War medal fakers should face criminal charges, say MPs
Impostors who wear military medals they are not entitled to should be liable to criminal charges, MPs say.
The Commons Defence Committee said it was "insulting" and damaged the integrity of military honours.
MPs urged support for a private member's bill which would make wearing unauthorised medals a criminal offence, punishable by prison or a £5,000 fine.
The Ministry of Defence said misusing medals for financial gain could already be punished as fraud.
The unauthorised wearing of medals was previously made illegal by Winston Churchill after World War One.
But when the new Armed Forces Act came into force in 2006, provisions relating to military decorations were not carried over.
The Ministry of Defence, which gave evidence to the committee, argued that there had been problems with the way the original legislation was drafted.
Anyone improperly using medals for financial gain would be caught by the Fraud Act which carried higher penalties, said the MoD.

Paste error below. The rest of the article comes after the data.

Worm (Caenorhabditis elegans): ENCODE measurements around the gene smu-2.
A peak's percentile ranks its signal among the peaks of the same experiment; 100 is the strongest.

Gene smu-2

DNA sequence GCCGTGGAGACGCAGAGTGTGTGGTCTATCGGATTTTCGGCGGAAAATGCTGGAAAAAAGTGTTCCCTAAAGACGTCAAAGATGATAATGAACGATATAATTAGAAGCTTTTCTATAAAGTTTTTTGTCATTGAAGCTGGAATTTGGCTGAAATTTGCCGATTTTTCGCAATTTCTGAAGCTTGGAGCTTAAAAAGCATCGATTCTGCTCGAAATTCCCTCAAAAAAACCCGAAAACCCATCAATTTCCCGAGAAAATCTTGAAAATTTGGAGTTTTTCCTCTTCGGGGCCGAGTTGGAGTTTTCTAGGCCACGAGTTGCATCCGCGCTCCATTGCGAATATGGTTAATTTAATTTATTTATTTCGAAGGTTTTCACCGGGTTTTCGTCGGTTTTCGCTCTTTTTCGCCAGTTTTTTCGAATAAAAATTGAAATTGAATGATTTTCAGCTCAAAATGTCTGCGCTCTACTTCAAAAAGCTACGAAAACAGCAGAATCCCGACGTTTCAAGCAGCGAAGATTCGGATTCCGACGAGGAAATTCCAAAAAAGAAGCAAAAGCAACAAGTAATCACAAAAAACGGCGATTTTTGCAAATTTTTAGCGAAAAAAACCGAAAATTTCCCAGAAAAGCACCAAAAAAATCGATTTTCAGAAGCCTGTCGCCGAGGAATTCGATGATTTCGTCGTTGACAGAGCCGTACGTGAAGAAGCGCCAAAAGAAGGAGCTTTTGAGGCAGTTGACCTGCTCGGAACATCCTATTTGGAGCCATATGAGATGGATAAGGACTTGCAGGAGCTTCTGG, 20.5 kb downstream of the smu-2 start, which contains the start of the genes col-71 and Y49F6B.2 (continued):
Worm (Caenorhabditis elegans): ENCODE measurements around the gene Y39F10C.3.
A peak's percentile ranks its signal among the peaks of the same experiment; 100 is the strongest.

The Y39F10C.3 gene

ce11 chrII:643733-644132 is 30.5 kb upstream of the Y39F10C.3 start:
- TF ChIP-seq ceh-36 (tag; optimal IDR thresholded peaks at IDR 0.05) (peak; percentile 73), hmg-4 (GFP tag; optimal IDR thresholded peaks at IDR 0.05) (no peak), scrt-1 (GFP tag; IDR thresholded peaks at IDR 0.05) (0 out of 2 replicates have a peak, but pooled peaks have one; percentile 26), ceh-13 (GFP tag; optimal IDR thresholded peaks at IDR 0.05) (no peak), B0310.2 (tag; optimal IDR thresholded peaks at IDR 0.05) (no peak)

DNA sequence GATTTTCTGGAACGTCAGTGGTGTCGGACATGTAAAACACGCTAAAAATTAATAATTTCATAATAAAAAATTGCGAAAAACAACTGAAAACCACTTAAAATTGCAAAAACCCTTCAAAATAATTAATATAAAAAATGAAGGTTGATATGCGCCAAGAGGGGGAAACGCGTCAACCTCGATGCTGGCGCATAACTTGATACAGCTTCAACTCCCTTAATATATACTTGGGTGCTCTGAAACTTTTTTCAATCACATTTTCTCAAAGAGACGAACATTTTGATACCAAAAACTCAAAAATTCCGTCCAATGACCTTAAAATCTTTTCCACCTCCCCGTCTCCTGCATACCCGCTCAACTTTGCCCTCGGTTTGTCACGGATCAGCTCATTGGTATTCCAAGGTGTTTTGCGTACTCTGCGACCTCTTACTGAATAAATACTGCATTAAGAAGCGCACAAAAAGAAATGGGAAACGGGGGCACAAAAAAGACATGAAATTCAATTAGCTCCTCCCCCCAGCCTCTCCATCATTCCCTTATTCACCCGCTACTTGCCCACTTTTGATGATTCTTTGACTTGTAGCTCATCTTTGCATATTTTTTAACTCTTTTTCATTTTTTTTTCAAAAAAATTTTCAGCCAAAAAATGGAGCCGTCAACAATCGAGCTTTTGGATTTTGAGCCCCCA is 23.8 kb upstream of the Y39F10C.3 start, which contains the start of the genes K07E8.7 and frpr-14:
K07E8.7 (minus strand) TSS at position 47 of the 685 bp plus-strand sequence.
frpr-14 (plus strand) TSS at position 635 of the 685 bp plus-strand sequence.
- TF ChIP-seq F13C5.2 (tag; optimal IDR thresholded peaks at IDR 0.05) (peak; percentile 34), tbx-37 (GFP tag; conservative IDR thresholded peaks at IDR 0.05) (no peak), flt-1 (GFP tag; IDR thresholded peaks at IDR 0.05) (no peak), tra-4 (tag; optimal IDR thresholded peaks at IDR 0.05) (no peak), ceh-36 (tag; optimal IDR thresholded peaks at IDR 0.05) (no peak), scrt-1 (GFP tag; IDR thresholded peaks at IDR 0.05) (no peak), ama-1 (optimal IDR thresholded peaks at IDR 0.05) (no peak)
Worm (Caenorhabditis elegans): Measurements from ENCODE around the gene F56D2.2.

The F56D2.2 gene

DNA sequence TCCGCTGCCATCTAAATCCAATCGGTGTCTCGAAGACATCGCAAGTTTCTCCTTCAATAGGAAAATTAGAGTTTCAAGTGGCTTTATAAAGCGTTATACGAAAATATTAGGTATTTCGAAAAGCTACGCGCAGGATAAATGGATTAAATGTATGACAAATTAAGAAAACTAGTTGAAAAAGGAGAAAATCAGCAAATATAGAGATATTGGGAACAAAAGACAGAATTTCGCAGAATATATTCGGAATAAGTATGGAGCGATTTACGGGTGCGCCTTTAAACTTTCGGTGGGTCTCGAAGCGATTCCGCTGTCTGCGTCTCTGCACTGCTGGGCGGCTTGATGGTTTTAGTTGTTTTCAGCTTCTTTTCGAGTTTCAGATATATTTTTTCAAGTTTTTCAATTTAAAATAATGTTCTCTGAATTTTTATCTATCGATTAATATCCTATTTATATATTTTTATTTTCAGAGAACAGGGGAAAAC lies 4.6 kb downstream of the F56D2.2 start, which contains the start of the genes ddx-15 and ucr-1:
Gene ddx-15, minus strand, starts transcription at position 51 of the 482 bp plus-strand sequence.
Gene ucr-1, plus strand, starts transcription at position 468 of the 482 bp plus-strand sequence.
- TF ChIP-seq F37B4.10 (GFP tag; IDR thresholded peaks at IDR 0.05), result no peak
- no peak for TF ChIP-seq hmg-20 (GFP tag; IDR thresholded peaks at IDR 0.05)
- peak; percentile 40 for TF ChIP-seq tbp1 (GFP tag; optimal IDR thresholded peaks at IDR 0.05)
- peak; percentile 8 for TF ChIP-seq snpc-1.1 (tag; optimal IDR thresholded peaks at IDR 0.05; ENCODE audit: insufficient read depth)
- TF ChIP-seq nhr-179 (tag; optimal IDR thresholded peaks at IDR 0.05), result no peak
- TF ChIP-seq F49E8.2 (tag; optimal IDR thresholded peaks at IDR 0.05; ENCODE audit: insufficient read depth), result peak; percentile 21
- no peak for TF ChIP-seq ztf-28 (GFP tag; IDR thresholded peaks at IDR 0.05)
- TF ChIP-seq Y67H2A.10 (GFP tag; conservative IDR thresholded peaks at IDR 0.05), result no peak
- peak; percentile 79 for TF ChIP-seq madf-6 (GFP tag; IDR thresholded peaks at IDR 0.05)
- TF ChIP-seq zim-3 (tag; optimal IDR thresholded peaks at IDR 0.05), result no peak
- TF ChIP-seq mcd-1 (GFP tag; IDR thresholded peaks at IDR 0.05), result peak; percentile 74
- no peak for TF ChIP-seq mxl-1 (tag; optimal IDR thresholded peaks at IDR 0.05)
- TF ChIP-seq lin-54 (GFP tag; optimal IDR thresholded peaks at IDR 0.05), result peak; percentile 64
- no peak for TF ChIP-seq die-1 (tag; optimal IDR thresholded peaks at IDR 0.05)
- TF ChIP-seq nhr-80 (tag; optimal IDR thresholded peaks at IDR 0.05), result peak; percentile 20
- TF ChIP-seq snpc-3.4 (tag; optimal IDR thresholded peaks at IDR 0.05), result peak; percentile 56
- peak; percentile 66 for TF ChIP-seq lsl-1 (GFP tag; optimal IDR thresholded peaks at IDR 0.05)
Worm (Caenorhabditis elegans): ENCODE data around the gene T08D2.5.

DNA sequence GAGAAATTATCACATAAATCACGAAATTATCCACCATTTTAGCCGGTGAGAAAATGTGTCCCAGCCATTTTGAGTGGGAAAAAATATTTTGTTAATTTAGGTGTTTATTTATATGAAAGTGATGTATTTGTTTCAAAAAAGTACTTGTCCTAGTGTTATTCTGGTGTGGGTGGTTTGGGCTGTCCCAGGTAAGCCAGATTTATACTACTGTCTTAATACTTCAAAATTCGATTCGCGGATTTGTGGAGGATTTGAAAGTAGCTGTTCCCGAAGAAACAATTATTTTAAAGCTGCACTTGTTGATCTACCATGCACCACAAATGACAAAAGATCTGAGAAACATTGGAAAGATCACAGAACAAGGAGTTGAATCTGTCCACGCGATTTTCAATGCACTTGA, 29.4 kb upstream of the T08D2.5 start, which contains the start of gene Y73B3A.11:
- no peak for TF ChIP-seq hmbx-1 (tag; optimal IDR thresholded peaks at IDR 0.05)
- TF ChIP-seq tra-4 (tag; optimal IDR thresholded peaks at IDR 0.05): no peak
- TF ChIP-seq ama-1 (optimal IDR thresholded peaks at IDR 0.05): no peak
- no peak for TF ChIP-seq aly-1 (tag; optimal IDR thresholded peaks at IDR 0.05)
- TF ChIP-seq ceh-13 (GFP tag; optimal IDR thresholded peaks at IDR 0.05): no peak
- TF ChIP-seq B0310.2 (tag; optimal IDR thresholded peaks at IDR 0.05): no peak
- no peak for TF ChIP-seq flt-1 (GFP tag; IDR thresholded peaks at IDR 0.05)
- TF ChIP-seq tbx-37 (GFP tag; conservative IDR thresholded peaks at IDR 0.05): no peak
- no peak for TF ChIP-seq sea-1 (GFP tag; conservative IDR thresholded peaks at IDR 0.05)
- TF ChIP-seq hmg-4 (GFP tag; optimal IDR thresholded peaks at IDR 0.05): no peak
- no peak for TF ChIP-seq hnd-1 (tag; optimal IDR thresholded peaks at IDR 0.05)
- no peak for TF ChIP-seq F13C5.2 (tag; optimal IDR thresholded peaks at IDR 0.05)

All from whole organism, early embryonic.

The defence committee's report, entitled Exposing Walter Mitty, said such laws were "commonplace" in other countries and that the unauthorised wearing of medals constituted "a harm that is worthy of specific criminal prohibition".
Explaining the title of the report, the committee's chairman Julian Lewis, said: "Those who seek public admiration by pretending to have risked their lives are contemptible fantasists who need to be deterred."
The committee said the impersonators damaged the bond of trust and respect between the public and the armed forces.
"We conclude that there is a tangible and identifiable harm created by military impostors against members of society who should rightly be held in its highest esteem," it added.
"Therefore, we believe that specific prohibitions to mitigate this harm are justified."
Mr Lewis said while other countries have sought to maintain sanctions to deter and punish these fraudsters, the UK has "foolishly disposed of them".